Marketing Sake to Age-of-Majority Japanese Youth: A Consultation with the AI Era’s Delphic Oracle

Consulting the Oracle, John William Waterhouse

Towards the end of last year we wrote the following in a private correspondence.

Being passionate about sake is also linked to a concern about the future prosperity of Japan and the survival of things Japanese. This is especially important today given the devastating effect that globalization has had on regionality, which, of course, is integrally connected to the issue of national sovereignty and the concept of terroir. Sake, combined with a creative approach to gastronomic tourism, has a major role to play in securing and maintaining that prosperity. The key word here is “creative”: hackneyed approaches to bringing tourists (both domestic and foreign) to a given location will not achieve the desired results. Thinking outside the box…will.

We went on to assert that an example of this out-of-the-box thinking could be found in “the eight-part series on unagi (eel) that…[appeared on]…” (See entries from September 2, 2022, to October 23, 2022, which begins with “Eel Elision Is a Bad Decision,” and ends with “Eel: The Editorial.”)

Recently we made a metaphorical trip to Delphi and consulted ChatGPT, which Wikipedia defines thus: “ChatGPT (Generative Pre-trained Transformer) is a chatbot launched by OpenAI in November 2022. …ChatGPT…quickly garnered attention for its detailed responses and articulate answers across many domains of knowledge.” At the “gate of Delphi” we logged in, made our obeisance to the Bot, and sought advice on how to market nihonshu to the targeted sector (Japanese youth). In short order (very short, indeed), we received this response:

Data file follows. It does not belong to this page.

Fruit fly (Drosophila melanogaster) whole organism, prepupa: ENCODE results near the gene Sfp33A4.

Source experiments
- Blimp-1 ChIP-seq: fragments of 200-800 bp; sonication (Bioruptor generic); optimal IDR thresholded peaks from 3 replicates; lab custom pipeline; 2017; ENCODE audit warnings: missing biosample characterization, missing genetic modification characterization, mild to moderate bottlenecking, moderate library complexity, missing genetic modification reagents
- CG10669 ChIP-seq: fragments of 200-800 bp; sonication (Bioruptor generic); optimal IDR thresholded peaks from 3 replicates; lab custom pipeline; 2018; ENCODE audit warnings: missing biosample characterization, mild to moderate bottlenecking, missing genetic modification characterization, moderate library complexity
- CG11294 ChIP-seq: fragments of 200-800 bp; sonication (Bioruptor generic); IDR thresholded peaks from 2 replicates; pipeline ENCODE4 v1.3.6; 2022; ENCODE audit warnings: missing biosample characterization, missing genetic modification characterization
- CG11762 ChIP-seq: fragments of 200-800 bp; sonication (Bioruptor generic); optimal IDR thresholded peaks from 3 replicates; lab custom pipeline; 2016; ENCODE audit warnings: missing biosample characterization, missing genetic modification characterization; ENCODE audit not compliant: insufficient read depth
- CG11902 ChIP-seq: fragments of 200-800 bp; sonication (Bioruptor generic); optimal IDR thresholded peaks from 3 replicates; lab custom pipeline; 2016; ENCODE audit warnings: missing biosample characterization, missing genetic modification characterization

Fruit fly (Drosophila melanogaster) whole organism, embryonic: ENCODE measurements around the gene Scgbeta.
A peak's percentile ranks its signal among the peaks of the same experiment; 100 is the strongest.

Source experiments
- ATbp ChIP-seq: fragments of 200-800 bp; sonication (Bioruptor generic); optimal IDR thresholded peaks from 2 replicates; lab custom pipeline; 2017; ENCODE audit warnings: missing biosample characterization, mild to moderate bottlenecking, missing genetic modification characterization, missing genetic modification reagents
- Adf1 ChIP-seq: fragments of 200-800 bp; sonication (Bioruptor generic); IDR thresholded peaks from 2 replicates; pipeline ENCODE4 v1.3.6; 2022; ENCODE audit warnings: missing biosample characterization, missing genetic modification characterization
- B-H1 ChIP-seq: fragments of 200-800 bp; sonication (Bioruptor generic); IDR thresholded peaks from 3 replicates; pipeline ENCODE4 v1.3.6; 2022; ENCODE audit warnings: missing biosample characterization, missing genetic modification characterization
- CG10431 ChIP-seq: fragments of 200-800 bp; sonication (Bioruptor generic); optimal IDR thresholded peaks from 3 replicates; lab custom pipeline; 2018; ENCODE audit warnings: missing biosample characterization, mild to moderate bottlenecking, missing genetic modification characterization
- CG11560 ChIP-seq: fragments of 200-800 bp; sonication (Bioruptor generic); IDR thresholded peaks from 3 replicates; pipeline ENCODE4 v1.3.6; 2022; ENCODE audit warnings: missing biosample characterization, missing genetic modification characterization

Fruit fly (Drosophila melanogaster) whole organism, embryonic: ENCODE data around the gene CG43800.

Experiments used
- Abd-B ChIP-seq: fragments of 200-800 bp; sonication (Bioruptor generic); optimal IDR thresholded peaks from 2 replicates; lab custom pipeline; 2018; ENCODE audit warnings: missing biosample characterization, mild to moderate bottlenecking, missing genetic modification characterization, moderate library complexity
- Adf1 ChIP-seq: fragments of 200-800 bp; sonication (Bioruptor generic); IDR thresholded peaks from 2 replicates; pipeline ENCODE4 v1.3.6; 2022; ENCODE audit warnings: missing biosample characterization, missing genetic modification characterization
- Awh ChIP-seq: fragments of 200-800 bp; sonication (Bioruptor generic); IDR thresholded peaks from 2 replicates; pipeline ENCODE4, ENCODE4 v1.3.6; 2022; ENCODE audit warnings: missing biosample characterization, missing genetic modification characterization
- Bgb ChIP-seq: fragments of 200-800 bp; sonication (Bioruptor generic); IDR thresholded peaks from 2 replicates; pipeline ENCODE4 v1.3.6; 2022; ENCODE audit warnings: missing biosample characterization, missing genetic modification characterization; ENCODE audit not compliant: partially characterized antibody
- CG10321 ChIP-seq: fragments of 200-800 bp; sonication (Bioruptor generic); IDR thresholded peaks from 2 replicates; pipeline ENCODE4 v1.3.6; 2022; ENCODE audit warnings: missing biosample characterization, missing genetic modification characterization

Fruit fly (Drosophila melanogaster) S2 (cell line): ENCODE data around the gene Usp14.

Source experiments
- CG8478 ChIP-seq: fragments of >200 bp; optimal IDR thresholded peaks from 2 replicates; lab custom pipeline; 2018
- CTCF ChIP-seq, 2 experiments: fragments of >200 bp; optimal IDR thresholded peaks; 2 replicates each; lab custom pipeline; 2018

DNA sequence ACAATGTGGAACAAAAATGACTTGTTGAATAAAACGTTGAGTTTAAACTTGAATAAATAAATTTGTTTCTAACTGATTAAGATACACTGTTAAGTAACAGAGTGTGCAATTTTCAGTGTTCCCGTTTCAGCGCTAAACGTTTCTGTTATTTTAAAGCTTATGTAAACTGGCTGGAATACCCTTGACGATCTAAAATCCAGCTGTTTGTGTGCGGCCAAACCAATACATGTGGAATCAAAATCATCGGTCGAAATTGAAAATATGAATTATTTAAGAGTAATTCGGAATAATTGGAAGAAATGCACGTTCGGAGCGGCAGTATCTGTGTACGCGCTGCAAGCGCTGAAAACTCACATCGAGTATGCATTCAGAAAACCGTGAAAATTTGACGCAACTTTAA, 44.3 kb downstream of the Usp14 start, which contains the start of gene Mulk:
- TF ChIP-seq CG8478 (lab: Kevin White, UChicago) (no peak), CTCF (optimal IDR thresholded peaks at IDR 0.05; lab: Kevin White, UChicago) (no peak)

Sake can be marketed to young Japanese by highlighting its versatility and modernity. This can be done by promoting new and innovative ways to serve and enjoy sake, such as in cocktails or as a pairing with non-traditional foods. Additionally, emphasizing the cultural and historical significance of sake can appeal to young people’s interest in tradition and heritage. Highlighting the craftsmanship and skill involved in making sake can also appeal to young people’s appreciation for authenticity and quality. [emphases added]

At first blush, this appears to be boilerplate, but upon a little reflection the reader can see that the Bot is not proffering cold-reading-like palaver. The emphasized parts of the above citation stress the importance of pairing the traditional with the non-traditional (i.e., sake with non-traditional dishes) and the importance of heritage. These observations are in harmony with what we have been proposing for years—using the gastronomic traditions of the world, both current and obsolete, to promote nihonshu in general and to encourage the younger generation of Japanese to explore this beverage that is so closely connected to Japan’s gastronomy. The Bot suggests linking “non-traditional foods” with sake. Similarly, we argue in our eel series that a dish like Unagi no Kabayaki (a traditional dish) could be pitted against a medieval European recipe for eel (non-traditional dish) in a degustation menu, which would, of course, include nihonshu (a traditional beverage). We would love to invite the Bot to such an event, but we have heard that it does not eat. What a pity!

We will explore the marketing of sake further in future entries.

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